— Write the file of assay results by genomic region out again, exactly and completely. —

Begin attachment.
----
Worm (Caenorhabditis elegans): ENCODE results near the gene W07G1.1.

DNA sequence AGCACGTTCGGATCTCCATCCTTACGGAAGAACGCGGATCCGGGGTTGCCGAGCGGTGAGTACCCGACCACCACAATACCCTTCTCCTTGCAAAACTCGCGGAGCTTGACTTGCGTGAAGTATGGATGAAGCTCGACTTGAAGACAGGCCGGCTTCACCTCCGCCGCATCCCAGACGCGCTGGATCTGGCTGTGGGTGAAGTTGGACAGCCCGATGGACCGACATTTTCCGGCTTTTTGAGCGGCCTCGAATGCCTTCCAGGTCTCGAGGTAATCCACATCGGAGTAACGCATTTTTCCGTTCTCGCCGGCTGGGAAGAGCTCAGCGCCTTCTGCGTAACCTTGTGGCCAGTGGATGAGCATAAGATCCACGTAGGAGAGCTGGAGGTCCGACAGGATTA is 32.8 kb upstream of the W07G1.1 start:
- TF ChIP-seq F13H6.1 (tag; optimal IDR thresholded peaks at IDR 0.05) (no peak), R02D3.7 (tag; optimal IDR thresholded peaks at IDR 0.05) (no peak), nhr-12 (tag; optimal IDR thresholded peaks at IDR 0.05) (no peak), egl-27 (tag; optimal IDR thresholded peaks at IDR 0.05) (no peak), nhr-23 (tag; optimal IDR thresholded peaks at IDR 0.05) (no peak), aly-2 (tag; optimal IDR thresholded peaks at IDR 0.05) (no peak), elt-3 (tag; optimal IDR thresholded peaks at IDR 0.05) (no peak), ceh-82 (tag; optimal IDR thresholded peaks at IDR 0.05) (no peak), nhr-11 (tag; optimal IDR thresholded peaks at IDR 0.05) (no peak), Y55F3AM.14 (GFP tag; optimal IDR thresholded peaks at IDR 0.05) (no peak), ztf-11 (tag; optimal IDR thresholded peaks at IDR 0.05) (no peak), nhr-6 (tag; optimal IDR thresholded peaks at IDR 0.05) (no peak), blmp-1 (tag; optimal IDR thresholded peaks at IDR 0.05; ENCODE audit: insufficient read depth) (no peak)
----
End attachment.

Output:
Worm (Caenorhabditis elegans): ENCODE results near the gene W07G1.1.

DNA sequence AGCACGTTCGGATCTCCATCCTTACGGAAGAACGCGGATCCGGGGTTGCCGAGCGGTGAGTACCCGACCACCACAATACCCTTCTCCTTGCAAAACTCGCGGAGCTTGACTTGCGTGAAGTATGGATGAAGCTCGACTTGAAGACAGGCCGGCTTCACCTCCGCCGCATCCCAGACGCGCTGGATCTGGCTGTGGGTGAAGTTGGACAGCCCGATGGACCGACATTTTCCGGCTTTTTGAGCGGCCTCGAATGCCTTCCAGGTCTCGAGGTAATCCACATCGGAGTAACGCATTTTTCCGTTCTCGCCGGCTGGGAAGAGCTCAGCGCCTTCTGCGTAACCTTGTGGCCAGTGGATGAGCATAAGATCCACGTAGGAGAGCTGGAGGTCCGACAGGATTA is 32.8 kb upstream of the W07G1.1 start:
- TF ChIP-seq F13H6.1 (tag; optimal IDR thresholded peaks at IDR 0.05) (no peak), R02D3.7 (tag; optimal IDR thresholded peaks at IDR 0.05) (no peak), nhr-12 (tag; optimal IDR thresholded peaks at IDR 0.05) (no peak), egl-27 (tag; optimal IDR thresholded peaks at IDR 0.05) (no peak), nhr-23 (tag; optimal IDR thresholded peaks at IDR 0.05) (no peak), aly-2 (tag; optimal IDR thresholded peaks at IDR 0.05) (no peak), elt-3 (tag; optimal IDR thresholded peaks at IDR 0.05) (no peak), ceh-82 (tag; optimal IDR thresholded peaks at IDR 0.05) (no peak), nhr-11 (tag; optimal IDR thresholded peaks at IDR 0.05) (no peak), Y55F3AM.14 (GFP tag; optimal IDR thresholded peaks at IDR 0.05) (no peak), ztf-11 (tag; optimal IDR thresholded peaks at IDR 0.05) (no peak), nhr-6 (tag; optimal IDR thresholded peaks at IDR 0.05) (no peak), blmp-1 (tag; optimal IDR thresholded peaks at IDR 0.05; ENCODE audit: insufficient read depth) (no peak)